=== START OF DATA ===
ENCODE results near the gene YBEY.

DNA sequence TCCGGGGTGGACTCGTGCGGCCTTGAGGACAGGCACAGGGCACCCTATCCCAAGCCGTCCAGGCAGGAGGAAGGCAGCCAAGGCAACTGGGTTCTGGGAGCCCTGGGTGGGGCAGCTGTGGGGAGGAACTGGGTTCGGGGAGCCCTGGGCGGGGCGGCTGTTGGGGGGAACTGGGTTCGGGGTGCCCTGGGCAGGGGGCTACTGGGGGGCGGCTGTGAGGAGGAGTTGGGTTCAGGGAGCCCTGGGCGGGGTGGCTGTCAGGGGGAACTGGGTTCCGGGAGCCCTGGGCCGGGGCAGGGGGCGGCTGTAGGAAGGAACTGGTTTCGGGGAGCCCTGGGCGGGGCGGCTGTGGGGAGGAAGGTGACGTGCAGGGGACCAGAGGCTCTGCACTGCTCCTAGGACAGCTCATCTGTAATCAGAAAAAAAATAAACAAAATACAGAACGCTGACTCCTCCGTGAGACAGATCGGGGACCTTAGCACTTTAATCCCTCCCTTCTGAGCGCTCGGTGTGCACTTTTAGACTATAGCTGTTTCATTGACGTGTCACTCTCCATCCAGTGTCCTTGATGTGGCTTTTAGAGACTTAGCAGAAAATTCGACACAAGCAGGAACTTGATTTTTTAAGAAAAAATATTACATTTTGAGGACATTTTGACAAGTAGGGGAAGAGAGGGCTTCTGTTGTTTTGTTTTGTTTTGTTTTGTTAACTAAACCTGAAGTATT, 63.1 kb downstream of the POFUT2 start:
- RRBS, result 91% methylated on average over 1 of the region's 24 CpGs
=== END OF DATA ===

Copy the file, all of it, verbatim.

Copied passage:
ENCODE results near the gene YBEY.

DNA sequence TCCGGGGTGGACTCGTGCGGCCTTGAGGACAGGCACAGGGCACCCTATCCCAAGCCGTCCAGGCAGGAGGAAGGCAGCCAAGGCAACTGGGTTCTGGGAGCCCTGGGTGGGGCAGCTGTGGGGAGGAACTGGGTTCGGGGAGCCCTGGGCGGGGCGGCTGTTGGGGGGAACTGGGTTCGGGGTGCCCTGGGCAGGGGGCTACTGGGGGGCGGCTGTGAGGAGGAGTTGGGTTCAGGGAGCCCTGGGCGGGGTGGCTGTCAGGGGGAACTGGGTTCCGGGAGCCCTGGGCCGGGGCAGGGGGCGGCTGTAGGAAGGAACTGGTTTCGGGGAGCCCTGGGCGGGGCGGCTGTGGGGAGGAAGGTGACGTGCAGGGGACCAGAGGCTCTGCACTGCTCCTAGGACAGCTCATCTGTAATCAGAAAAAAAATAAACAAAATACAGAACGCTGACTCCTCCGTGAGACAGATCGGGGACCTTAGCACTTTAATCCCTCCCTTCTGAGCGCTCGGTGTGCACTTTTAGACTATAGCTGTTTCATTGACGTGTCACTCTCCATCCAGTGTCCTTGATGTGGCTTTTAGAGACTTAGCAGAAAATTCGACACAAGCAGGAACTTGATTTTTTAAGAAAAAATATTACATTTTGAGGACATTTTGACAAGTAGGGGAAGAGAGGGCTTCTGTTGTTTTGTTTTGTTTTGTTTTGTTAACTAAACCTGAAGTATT, 63.1 kb downstream of the POFUT2 start:
- RRBS, result 91% methylated on average over 1 of the region's 24 CpGs